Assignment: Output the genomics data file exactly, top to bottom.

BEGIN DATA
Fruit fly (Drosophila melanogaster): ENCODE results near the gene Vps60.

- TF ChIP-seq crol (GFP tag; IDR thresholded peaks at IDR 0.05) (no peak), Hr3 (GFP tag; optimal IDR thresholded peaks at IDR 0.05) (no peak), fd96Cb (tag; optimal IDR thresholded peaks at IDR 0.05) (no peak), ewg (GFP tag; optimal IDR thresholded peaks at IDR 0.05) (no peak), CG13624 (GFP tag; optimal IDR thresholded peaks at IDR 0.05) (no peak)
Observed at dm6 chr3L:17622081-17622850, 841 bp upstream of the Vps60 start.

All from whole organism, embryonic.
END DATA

Fruit fly (Drosophila melanogaster): ENCODE results near the gene Vps60.

- TF ChIP-seq crol (GFP tag; IDR thresholded peaks at IDR 0.05) (no peak), Hr3 (GFP tag; optimal IDR thresholded peaks at IDR 0.05) (no peak), fd96Cb (tag; optimal IDR thresholded peaks at IDR 0.05) (no peak), ewg (GFP tag; optimal IDR thresholded peaks at IDR 0.05) (no peak), CG13624 (GFP tag; optimal IDR thresholded peaks at IDR 0.05) (no peak)
Observed at dm6 chr3L:17622081-17622850, 841 bp upstream of the Vps60 start.

All from whole organism, embryonic.